SKIN ALLERGIES IN DOGS
Skin allergies or atopic dermatitis is a genetically inherited, recurrent, pruritic (itchy) skin disease. It is caused by environmental allergens, most commonly pollen. The average age of onset is 1 to 3 years old but can begin at any age.
The clinical signs that a dog will exhibit include mild to severe pruritic ears, face, feet and underside of chest and abdomen. Secondary skin and ear infections are very common. The most common cause of ear infections (otitis externa) are inhalant pollen allergies. Sometimes a seasonal occurrence is observed.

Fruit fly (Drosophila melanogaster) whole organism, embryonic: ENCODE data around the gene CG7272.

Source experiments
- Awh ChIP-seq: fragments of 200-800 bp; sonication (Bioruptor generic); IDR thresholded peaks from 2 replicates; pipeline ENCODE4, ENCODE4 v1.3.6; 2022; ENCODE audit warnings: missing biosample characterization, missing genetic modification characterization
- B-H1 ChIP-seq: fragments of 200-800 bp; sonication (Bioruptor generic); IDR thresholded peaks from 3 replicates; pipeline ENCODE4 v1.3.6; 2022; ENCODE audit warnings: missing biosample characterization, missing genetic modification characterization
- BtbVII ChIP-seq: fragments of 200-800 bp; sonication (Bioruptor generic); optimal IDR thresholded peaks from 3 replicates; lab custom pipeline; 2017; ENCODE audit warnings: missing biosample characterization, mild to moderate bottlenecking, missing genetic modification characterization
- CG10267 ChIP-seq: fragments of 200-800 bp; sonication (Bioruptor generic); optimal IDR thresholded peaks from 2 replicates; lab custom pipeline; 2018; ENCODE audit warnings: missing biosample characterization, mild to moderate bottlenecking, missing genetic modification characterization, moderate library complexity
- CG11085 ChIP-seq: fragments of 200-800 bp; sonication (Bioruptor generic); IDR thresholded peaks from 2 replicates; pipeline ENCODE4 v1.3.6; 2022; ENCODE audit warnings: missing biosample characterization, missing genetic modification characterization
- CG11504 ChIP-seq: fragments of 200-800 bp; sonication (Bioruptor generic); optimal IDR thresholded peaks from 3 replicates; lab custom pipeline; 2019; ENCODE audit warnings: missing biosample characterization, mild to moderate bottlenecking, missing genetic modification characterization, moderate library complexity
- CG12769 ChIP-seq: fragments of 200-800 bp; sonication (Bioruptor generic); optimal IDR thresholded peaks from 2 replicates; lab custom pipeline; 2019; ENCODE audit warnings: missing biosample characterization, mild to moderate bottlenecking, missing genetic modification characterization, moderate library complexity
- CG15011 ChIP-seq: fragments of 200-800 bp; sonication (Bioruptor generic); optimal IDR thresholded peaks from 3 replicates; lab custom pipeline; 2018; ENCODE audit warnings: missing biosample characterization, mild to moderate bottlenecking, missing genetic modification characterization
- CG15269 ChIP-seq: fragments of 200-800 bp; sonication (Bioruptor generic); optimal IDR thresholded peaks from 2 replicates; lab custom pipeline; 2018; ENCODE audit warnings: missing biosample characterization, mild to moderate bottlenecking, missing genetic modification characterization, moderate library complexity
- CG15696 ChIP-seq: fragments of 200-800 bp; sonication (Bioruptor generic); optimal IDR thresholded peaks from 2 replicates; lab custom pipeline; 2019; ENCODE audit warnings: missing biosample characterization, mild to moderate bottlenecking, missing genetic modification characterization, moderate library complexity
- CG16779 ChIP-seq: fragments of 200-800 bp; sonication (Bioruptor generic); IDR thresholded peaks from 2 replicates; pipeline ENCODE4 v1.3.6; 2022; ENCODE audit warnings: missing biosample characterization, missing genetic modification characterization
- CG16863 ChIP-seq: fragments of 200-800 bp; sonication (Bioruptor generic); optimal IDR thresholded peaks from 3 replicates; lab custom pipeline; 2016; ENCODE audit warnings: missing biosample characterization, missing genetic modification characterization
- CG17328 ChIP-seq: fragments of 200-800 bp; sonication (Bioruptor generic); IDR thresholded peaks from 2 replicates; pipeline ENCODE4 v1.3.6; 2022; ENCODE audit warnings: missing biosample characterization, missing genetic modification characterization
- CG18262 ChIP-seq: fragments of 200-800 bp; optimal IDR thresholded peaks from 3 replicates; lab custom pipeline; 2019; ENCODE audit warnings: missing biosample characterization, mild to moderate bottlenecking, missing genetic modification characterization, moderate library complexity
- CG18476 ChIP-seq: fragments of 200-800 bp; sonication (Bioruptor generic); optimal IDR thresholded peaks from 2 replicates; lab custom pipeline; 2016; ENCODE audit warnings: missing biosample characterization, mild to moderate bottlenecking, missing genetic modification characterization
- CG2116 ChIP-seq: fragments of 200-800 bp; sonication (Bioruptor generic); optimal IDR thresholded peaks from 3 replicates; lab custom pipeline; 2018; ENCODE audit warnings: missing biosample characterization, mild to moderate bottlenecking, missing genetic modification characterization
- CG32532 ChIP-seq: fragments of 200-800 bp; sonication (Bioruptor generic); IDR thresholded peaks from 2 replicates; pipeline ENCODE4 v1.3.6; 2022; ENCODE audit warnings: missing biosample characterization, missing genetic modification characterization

The diagnosis is made by excluding other diseases that cause pruritus such as mange, fleas, lice, food allergies, contact allergies, drug reactions and folliculitis. Skin or blood allergy testing can be done to support the diagnosis.
Treatment of allergic skin disease has many different possibilities. Hyposensitization (allergy shots) is 60 to 80 percent effective, requires giving shots at home, and can take up to 1 year to see beneficial results. Other treatments include anti-histamines, Omega-3 fatty acids (fish oils), anti-inflammatory drugs such as prednisolone and cyclosporine, or the newest drug that blocks allergies called Apoquel. Occasionally topical sprays are used to help alleviate the itchiness.
Allergic skin disease is a life-long disease and requires long-term management. Recheck exams are warranted to control secondary infections, control parasites and minimize flare-ups.
Authored by Peter De Waal, D.V.M.